Swedroe: Rediscovering Size Effect

June 15, 2018

The first major anomaly to the first formal asset-pricing model, the capital asset pricing model (CAPM), was the size effect. The size effect is the phenomenon that small-cap stocks on average outperform large-cap stocks over time. The size premium is the average annual return achieved by being long small-cap stocks and short large-cap ones.

The size effect was first documented by Rolf Banz in his 1981 paper, “The Relationship Between Return and Market Value of Common Stocks,” which was published in the Journal of Financial Economics. After the 1992 publication of Eugene Fama and Kenneth French’s paper, “The Cross-Section of Expected Stock Returns,” the size effect was incorporated into what became finance’s new workhorse asset-pricing model, the Fama-French three-factor model (adding value and size to the CAPM’s market beta).

Unfortunately, the size premium basically disappeared in the United States after the publication of Banz’s work. Using data from Dimensional Fund Advisors, from 1982 through 2017, the annual size premium in U.S. stocks was just 0.9% on an annual average basis and 0.0% on an annualized basis.

However, it’s interesting to note that, despite the absence of a return premium to small stocks, over the same period, Dimensional’s U.S. micro-cap fund (DFCSX) returned 12.2%, providing a 0.6 percentage point higher return than the Vanguard S&P 500 Index Fund (VFINX), which returned 11.6%. I’ll come back to that point in my summary. (Also, in the interest of full disclosure, my firm, Buckingham Strategic Wealth, recommends Dimensional funds in constructing client portfolios.)

Size Needs Other Factors

The lack of a size premium over the past 34 years has led to much debate on the subject. Ron Alquist, Ronen Israel and Tobias Moskowitz, members of the research team at AQR Capital Management, contribute to the literature on the size effect with their May 2018 paper, “Fact, Fiction, and the Size Effect.”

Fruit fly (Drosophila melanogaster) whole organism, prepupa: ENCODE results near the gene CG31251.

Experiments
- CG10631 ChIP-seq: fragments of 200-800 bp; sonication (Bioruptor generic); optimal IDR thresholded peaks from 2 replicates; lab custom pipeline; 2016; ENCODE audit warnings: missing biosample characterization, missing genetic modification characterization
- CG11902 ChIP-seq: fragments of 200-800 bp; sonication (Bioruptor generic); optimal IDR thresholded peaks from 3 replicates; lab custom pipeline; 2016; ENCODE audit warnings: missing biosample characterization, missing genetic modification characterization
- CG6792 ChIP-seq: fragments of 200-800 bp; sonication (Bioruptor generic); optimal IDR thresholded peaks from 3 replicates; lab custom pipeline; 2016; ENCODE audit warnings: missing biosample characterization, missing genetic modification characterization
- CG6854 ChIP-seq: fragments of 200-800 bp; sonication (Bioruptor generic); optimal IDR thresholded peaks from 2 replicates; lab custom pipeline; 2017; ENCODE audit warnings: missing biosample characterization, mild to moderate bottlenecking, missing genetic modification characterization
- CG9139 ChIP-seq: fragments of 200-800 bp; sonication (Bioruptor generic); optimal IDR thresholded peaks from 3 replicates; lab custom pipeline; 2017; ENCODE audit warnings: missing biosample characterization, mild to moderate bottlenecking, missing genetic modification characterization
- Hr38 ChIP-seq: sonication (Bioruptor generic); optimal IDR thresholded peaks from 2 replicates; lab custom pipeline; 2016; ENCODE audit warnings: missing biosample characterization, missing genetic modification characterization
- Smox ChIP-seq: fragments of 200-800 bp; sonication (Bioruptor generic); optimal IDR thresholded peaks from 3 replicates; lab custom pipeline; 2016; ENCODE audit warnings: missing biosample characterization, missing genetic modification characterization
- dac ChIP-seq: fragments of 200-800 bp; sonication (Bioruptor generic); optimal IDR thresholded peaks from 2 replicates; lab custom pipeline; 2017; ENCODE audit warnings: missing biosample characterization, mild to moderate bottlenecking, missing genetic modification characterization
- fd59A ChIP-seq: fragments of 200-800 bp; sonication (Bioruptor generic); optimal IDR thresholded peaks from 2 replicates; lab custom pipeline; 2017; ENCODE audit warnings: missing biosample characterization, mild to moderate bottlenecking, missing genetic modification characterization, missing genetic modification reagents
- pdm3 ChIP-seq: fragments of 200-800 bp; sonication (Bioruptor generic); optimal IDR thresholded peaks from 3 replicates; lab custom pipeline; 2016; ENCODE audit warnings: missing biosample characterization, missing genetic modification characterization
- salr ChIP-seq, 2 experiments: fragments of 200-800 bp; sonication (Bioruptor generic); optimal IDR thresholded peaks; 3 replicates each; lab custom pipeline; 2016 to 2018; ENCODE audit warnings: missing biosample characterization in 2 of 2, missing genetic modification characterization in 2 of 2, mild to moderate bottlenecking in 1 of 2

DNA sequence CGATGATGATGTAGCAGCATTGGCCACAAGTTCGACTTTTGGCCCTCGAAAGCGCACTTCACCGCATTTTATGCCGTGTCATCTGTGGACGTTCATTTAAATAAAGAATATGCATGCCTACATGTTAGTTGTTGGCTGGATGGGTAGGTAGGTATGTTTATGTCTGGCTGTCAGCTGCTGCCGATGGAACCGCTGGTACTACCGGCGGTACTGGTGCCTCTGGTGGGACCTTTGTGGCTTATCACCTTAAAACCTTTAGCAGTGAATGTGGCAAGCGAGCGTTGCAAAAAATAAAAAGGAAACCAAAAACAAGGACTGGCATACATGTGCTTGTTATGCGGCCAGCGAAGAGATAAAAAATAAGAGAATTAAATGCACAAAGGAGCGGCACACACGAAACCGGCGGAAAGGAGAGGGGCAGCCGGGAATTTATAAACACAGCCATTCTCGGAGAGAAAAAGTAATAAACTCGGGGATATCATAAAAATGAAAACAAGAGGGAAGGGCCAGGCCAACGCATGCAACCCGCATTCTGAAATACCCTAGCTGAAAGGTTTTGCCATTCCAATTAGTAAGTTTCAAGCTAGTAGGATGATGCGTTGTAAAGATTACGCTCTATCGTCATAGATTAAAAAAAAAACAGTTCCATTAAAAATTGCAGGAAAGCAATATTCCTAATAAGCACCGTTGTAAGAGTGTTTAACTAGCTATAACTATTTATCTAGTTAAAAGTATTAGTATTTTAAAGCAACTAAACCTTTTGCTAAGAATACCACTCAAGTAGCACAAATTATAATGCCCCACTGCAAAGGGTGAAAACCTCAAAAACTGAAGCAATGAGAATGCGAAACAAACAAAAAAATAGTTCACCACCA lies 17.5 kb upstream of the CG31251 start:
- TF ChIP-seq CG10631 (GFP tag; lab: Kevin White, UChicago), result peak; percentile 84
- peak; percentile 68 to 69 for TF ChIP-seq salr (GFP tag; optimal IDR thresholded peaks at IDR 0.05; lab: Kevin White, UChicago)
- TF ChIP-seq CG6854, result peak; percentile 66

They presented data demonstrating that:

  1. The size effect diminished shortly after its discovery and publication
  2. Because small-cap stocks typically have larger market betas than large-cap stocks, part of the size premium may simply be the equity market risk premium in disguise (CAPM alphas account for these beta differences)
  3. It is dominated by a January seasonal effect; there is a large (more than 2% over the full period, though just 1% since 1976) and statistically significant (with a CAPM t-stat greater than 5 in the full period and greater than 2 since 1976) premium in January but nowhere else
  4. It does not work for other asset classes outside of individual equities
  5. It is not robust to other measures of size that do not include market capitalization (such as number of employees, sales and book value of equity)
  6. It has not been statistically significant outside the U.S.
  7. It is found mostly in micro-caps (the bottom 5% of all stocks); thus, it is more difficult to implement (making the control/minimization of trading costs critical)

 

However, they do “save” the size effect by demonstrating it is made much stronger (and implementation costs are reduced) when size is combined with the newer common factors of profitability, quality and defensive (low beta)—the return premium is greater for other factors in small stocks.

These findings enabled the authors to conclude: “On its own [emphasis mine], a size factor is not a particularly strong source of expected returns in practice.” Importantly, they add that controlling for quality not only resurrects the size premium, it “also reconciles many of the empirical irregularities associated with the size effect that we (and the literature) have documented.”

Alquist, Israel and Moskowitz continue: “For instance, controlling for quality resurrects the size effect after the 1980s and explains its time variation, restores a linear relationship between size and average returns that is no longer concentrated among the tiniest firms, revives the returns to size outside of January and simultaneously diminishes the returns to size in January—making it more uniform across months of the year, and uncovers a larger size effect in almost two dozen international equity markets, 30 where size has been notably weak. These results are robust to using non-market based size measures, making the size premium a much stronger and more reliable effect after controlling for quality.”

With that more recent finding in mind, I’ll review the results of an earlier AQR paper on the subject.

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